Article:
Biology/Ecology the Global Ecological Problem Term Paper

  • Length: 4 pages
  • Sources: 1
  • Subject: Transportation - Environmental Issues
  • Type: Term Paper
  • Paper: #67740002
  • Related Topics: Ecology, Aliens, Human Ecology, Snakes

Excerpt from Term Paper :

While imported species can be controlled to a degree by Governmental regulation, unintentional imports are a different matter. Garth mentions the example of the brown tree snake that stowed away on ships and military equipment during World War II. During this time, obviously, there was not as much awareness of the invasive species problem as there is today. Basically therefore the current era is faced with a problem unintentionally created decades ago.

Another case of unintentional transport that I found particularly interesting in the article is the movement from port to port of ballast water. Ships take on water for balancing purposes. The water is transported to the destination port and discarded. The cycle is repeated from port to port. The aquatic life in this ballast water is then also transported between the ports. As a solution to this, one of the suggestions mentioned in the article is that ships exchange their ballast water outside of ports.

However, I am not sure how such a strategy would mitigate the problem. Surely local aquatic life is not limited to the boundaries of ports. Wherever ballast water is taken, if it is transported a significant distance, it necessarily transports local aquatic organisms significant distances across the globe. I therefore believe that the suggested strategy, even when widely implemented, is unlikely to make much difference.

Another striking element of the article is the focus on interconnectedness. At the end of her article, McGrath states that significant and global political interaction will be needed to make a significant difference to the problem of invasives. For me, this indicates a parallel between human and ecological interaction.

In the ecology, the article makes it abundantly clear that everything in an environment affects everything else. An imported snake that is not particular about its diet and without natural enemies, for example, erode the food sources for other species in the area. This threatens diversity survival and poses a threat to the nature of the specific local ecology. In the same way, human beings interact either for the benefit or to the detriment of not only the parties involved, but also to the environment surrounding them.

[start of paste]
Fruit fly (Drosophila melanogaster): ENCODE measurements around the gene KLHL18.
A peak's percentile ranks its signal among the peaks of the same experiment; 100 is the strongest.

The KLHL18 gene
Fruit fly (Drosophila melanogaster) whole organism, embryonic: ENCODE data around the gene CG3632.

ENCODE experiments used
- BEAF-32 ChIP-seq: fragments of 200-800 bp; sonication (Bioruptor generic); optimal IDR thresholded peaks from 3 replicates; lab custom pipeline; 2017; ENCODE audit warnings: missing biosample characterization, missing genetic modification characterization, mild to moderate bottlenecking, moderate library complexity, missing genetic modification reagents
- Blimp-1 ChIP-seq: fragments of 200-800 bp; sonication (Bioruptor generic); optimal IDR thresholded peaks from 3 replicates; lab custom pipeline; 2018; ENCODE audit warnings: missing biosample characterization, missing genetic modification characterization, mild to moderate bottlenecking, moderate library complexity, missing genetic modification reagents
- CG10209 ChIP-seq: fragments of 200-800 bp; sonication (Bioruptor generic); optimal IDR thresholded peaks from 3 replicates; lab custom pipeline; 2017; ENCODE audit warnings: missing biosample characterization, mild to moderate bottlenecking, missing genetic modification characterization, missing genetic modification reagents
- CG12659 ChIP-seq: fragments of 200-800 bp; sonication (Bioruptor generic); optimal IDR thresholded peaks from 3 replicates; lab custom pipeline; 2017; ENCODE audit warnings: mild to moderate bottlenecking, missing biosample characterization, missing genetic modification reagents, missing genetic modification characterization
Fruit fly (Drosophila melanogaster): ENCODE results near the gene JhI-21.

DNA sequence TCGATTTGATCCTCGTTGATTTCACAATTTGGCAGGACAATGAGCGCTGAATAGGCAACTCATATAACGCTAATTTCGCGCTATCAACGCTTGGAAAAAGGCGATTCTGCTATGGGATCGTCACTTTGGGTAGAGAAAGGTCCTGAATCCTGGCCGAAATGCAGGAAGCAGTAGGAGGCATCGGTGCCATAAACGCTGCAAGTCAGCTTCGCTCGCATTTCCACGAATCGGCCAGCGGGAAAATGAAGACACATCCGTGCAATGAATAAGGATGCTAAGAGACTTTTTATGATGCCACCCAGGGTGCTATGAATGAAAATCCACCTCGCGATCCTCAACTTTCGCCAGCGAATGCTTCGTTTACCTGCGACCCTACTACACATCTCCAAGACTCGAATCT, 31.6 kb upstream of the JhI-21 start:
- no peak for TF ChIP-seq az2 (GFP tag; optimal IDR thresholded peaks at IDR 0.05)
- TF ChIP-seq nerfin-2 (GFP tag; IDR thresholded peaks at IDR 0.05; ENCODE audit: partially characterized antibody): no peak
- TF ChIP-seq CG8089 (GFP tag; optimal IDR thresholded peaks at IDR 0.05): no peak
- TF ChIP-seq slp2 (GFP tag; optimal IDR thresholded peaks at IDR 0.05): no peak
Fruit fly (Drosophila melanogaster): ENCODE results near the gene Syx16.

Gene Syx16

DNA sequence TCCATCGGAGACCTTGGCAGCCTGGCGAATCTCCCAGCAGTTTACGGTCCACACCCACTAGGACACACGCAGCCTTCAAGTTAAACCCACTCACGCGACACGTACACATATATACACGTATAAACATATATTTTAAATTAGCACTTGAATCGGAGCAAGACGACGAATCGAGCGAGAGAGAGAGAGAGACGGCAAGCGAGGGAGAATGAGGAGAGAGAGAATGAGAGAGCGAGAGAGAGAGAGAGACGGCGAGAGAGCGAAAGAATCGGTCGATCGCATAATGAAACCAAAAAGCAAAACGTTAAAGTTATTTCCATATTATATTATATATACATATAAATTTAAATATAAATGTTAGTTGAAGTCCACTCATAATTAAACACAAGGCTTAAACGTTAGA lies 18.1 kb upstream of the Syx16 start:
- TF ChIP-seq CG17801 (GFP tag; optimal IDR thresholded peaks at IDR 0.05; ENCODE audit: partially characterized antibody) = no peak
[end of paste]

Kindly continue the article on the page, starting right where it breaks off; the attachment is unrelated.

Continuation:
A very striking example of this sort of interaction is the case of the argument between Monaco and France regarding an invasive seaweed. The argument regarding who was responsible for the initially small growth of the weed took up so much time that it grew out of all proportion. It is now a serious threat to the rest of the sea life in the area.

While the interconnection and working together of diverse governments in order to save the environment is a very laudable ideal, perhaps human nature should be addressed first. Greed for example is an element that keeps the exotic species trade running. Not even the political parties within a single country can agree on serious issues such as terrorism. If this is taken into account, surely global leaders would find it all the more impossible to work together on environmentalism if they can engage in petty, years-long disputes over who dumped what where. Perhaps the predominantly glum tone of the article is justified, if the above is taken into account.

McGrath does incorporate a glimmer of hope, which ironically stems from the turbulent current political times. She suggests that the fight against terrorism be used to support the fight against biological invasives as well. In this way, a decidedly negative political issue is used to make positive progress in the environment.

In conclusion, I find Ms. McGrath's article very enlightening in addressing the extent of the problem. I do believe that there are strategies that can help control the invasion problem, but as McGrath states, this will require a level of cooperation that at the moment appears unlikely.


McGrath, Susan. (2005, March). "Attack of the Alien Invaders." National…

Sources Used in Document:


McGrath, Susan. (2005, March). "Attack of the Alien Invaders." National Geographic

Cite This Term Paper:

"Biology Ecology The Global Ecological Problem" (2007, January 05) Retrieved May 26, 2020, from

"Biology Ecology The Global Ecological Problem" 05 January 2007. Web.26 May. 2020. <>

"Biology Ecology The Global Ecological Problem", 05 January 2007, Accessed.26 May. 2020,